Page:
Garth Fort, Chief Product Officer at Splunk, shares how devops teams benefit from application modernization. “There can be many benefits to cloud migration, including reducing costs, improving security and resilience, and making it easier to scale customer service delivery,” he says. “For devops teams, this can improve staff agility and productivity, allowing teams to focus on the customer experience.”
Devops teams and architects must review the business, technical, operational, and security factors of each application and then consider these approaches to cloud-modernize the application.
Retire applications that are no longer valuable
Still have applications to support dial-ups, faxes or other legacy ways of doing business? When applications perform functions that are no longer needed, the appropriate modernization strategy is to retire them.
Sometimes the decision to retire an application is clear: business users have agreed to close it, or retiring the application has no impact on business operations. But even when applications have low usage or perform a business function, their business value must be weighed against modernization and ongoing maintenance costs.
Amit Patel, senior vice president at Consulting Solutions, says, “To improve the user experience, companies need to consider retirement strategy. Moving away from outdated legacy applications creates improved efficiency, resulting in a better user experience for your customers. A reduced attack surface also leads to greater security.”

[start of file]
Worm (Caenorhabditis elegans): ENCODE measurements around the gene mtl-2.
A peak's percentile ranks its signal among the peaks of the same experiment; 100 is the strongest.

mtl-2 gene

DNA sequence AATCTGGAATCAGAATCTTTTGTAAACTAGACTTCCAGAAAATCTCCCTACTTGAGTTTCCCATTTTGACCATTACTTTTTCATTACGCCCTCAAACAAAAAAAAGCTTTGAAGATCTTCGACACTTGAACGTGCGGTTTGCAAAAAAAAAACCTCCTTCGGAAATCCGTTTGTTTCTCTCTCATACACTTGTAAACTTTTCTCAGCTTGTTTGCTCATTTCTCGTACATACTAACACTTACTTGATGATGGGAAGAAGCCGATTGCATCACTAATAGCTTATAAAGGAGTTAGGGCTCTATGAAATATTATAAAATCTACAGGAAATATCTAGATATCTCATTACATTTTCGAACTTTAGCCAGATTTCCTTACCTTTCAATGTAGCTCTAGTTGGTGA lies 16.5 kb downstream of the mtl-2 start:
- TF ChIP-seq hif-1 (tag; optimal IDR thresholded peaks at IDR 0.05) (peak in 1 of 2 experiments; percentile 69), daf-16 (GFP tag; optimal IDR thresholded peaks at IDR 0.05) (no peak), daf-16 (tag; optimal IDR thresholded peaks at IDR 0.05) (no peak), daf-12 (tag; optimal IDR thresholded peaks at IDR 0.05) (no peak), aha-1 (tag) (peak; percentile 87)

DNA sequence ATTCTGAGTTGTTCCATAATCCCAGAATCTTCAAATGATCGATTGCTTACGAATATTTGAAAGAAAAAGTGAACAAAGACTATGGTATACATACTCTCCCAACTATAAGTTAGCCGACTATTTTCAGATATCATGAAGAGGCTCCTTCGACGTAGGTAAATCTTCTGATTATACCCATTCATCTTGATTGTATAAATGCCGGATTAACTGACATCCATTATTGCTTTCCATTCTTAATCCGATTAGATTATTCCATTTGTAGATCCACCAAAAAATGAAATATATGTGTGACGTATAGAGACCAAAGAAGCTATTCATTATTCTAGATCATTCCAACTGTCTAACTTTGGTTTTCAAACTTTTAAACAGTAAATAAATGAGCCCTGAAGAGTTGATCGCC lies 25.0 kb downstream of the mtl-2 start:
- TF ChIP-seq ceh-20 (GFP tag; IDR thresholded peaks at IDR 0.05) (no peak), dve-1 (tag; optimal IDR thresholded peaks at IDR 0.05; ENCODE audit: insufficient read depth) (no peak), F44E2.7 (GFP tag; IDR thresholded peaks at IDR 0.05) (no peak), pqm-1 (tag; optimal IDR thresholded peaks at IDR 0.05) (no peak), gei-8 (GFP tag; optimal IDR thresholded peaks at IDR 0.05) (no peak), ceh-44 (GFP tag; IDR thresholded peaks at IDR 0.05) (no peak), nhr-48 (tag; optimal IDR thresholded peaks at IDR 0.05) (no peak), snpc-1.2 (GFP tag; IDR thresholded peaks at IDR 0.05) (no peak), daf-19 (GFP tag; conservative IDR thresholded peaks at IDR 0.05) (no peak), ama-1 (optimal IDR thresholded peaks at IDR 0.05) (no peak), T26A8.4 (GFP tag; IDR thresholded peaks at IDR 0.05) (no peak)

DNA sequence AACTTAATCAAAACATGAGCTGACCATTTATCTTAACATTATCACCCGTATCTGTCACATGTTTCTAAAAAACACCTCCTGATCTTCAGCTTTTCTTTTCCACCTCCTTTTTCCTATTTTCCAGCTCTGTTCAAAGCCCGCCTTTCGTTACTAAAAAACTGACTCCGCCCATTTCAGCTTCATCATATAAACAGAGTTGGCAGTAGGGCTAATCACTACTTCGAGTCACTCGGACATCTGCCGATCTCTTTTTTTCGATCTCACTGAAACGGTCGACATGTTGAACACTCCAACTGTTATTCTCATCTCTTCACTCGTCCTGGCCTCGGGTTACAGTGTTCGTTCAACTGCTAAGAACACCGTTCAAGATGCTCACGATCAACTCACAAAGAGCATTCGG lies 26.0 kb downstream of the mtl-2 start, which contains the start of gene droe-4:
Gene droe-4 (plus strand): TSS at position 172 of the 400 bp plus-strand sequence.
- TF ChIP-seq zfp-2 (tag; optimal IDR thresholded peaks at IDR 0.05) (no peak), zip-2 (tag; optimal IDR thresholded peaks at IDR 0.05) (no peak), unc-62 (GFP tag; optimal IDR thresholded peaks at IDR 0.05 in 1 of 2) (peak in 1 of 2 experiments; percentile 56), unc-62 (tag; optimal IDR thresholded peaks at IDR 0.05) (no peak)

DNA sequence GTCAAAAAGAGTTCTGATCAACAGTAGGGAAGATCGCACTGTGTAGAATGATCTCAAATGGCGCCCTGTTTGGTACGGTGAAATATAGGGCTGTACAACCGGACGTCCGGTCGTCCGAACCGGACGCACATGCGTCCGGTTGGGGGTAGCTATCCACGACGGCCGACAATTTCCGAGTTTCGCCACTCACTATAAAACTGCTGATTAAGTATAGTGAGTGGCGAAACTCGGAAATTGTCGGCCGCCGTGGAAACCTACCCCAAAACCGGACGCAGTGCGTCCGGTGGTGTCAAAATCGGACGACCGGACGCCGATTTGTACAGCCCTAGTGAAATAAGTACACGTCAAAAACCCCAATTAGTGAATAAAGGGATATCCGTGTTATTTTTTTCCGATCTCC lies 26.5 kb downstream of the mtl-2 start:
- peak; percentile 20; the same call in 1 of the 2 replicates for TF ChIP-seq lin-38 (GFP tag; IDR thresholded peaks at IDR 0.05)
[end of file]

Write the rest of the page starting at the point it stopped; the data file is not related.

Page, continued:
Replace apps with SaaS, commercial or open source options
Fort explains that replacement may be appropriate when proprietary solutions are no longer needed. He says, “Application replacement is when an organization stops relying on its own custom applications and migrates to pre-built third-party applications provided by a vendor and hosted in the cloud.”
Examples include customer relationship management tools, content management systems, or custom workflow tools developed when equivalent SaaS, commercial, or open source solutions did not meet business needs at the time. Today, business users may find better and cheaper third-party options than their own that need updating.
Move the application to the cloud